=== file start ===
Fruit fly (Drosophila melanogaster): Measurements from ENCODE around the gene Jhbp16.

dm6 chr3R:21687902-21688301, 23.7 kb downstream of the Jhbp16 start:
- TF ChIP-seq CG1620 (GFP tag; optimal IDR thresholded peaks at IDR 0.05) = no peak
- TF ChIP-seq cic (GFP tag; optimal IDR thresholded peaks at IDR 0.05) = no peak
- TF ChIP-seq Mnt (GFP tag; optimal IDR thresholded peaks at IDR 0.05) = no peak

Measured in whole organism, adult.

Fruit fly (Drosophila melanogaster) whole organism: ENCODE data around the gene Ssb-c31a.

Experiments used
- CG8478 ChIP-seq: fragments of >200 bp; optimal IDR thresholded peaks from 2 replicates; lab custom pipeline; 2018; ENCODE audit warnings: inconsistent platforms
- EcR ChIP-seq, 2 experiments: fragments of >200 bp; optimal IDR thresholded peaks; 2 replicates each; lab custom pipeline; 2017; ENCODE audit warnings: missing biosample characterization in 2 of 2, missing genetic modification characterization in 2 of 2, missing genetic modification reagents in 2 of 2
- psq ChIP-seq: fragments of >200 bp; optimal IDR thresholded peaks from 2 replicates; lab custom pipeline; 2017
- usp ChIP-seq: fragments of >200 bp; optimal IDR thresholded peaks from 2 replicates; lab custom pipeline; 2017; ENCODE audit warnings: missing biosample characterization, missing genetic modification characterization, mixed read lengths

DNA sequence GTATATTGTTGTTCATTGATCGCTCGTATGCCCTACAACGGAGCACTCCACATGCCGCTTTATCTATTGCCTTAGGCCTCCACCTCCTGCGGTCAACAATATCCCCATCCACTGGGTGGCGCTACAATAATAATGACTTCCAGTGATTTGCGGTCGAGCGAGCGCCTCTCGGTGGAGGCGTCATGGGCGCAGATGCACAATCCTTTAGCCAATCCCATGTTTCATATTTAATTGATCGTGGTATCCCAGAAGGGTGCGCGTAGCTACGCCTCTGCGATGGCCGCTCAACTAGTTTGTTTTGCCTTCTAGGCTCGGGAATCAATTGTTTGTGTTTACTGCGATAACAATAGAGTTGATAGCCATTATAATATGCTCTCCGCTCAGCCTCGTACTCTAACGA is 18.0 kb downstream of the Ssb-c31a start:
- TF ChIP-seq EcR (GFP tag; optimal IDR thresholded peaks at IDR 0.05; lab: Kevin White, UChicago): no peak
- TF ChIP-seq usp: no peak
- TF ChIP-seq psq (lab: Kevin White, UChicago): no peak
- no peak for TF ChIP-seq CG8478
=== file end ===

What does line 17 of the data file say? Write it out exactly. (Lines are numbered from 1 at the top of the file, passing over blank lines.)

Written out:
- no peak for TF ChIP-seq CG8478